SEATTLE – Muslim students at the University of Washington are having their final exams after sunset after three professors offered the chance of a night exam to accommodate fasting students during the holy month of Ramadan.
“This might not seem like a lot to Dr. White, but it really means a lot to us,” junior Zoha Awan told Seattle Times on Saturday, June 10.
“To see even something this small … it does make a big difference.”
The story began last year when University of Washington biology Professor Bryan White met with one of his Muslim students to ask about final exams results.
Though the student achieved progress during the quarter, she dropped sharply on her final exams.
Asking her about the issue, the student said she had been having trouble focusing because it was Ramadan and she, along all Muslim students, were fasting.
Therefore, Dr White decided to hold two sessions of final exams for his Introduction to Physiology class: one at the normal time in the morning, and one at 10 pm.
Another Muslim student, Indira Ongarbaeva, a huge coffee drinker, said she felt “emotionally prepared” knowing she’d be able to eat right before the test.
Two other professors at the UW heard about White’s gesture and decided to do the same. One of them, Rania Hussein, is also Muslim.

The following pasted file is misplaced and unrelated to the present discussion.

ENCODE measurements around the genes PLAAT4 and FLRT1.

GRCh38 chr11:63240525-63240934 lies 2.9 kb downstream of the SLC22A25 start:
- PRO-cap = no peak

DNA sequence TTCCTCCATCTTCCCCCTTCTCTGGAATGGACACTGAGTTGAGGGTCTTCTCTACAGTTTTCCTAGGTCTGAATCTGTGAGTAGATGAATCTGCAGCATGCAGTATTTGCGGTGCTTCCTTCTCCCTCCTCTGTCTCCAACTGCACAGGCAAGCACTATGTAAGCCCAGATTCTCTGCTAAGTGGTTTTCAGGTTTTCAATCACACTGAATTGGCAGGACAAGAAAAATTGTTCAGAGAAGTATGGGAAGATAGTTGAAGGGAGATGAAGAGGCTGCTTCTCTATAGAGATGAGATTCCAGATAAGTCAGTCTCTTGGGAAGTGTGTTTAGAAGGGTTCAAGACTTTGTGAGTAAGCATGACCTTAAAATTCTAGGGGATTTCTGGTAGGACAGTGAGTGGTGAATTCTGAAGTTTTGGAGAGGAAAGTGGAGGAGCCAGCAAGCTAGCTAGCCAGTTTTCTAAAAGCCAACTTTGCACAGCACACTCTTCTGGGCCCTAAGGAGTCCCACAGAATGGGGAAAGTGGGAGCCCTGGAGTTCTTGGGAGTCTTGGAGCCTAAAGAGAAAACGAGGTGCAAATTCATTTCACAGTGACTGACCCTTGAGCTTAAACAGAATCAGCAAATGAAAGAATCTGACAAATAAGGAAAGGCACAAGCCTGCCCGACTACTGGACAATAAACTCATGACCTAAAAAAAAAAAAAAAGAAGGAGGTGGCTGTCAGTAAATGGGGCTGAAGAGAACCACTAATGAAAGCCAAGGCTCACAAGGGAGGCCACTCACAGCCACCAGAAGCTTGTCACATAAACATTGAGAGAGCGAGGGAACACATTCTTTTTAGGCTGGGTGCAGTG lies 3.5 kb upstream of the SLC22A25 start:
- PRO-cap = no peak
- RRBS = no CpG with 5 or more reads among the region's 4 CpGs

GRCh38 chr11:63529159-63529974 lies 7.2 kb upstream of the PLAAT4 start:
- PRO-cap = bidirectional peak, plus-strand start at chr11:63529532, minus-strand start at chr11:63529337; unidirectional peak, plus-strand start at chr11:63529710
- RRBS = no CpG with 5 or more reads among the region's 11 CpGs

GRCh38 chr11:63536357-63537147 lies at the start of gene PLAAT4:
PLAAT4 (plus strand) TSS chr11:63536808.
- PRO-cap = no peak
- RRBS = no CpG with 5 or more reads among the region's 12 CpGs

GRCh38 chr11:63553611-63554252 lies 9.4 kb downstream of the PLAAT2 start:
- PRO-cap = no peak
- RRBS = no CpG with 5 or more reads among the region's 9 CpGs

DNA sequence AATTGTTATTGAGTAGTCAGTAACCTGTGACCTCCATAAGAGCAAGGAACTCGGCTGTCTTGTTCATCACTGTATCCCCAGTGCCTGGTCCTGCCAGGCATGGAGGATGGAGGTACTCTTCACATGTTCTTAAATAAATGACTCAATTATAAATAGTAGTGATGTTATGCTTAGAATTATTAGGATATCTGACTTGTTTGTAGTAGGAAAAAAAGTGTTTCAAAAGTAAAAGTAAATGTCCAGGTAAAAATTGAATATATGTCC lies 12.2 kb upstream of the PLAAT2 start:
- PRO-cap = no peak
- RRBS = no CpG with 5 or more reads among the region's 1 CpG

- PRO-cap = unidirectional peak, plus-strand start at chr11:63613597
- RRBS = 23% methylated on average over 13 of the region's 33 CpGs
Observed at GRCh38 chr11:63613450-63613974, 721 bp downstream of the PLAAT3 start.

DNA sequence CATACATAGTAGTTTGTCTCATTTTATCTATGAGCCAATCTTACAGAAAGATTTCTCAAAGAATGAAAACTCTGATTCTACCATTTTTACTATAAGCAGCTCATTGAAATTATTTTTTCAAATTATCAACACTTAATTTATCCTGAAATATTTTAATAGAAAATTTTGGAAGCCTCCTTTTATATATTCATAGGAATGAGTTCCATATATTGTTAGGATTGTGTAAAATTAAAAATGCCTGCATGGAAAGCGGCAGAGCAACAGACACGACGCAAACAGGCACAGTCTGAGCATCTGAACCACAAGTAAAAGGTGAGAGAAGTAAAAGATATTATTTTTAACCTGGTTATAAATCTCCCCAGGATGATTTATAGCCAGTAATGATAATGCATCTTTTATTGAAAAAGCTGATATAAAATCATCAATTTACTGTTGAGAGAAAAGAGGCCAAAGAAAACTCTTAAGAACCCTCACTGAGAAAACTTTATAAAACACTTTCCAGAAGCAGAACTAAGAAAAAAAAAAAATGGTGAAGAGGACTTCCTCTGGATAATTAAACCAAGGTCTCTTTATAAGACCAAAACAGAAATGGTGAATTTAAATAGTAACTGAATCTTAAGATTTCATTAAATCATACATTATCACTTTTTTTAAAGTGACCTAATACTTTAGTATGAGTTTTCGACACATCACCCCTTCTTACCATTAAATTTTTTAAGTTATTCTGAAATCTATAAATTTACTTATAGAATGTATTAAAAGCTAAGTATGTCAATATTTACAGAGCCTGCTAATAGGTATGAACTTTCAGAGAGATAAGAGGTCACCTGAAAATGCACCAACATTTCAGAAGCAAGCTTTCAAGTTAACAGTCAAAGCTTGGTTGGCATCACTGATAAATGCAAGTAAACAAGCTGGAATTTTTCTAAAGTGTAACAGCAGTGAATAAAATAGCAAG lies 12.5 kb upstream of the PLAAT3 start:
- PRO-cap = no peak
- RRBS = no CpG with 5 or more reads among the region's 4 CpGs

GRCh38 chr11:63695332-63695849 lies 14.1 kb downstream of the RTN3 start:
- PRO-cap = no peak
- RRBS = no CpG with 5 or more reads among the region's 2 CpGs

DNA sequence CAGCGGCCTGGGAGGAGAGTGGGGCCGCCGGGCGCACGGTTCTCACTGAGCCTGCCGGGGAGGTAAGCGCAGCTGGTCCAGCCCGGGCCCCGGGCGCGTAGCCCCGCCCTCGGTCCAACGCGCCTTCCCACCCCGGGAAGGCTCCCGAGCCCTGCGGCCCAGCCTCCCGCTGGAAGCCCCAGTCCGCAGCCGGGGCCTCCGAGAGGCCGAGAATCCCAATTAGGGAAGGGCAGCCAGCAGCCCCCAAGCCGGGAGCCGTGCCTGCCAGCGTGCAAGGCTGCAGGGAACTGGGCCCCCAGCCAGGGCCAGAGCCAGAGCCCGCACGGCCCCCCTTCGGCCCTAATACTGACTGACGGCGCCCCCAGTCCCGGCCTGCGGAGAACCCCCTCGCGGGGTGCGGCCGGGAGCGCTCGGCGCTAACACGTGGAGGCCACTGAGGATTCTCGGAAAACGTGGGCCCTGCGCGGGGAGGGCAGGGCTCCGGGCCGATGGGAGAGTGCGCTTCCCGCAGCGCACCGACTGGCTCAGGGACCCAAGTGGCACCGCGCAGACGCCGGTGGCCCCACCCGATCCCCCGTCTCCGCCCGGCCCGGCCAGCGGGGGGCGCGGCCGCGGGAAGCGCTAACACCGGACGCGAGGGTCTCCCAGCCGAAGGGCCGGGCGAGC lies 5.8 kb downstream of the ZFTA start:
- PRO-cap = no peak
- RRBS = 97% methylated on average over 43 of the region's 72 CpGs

White says that besides the food and the timing, students who feel they belong do better on tests.
“I’ll have my students chant, ‘I am meant to be in this Intro to Physiology,’” White said.
“I know that’s corny, but … I want them to think, ‘this class really cares about each other.’”
Ramadan, the holiest month in Islamic calendar, started on Saturday, May 27.
In Ramadan, adult Muslims, save the sick and those traveling, abstain from food, drink, smoking and sex between dawn and sunset.
Muslims dedicate their time during the holy month to be closer to Allah through prayers, self-restraint and good deeds.
It is customary for Muslims to spend part of the days during Ramadan studying the Noble Qur’an.
Many men perform i`tikaf (spiritual retreat), spending the last 10 days of the month exclusively in the mosque.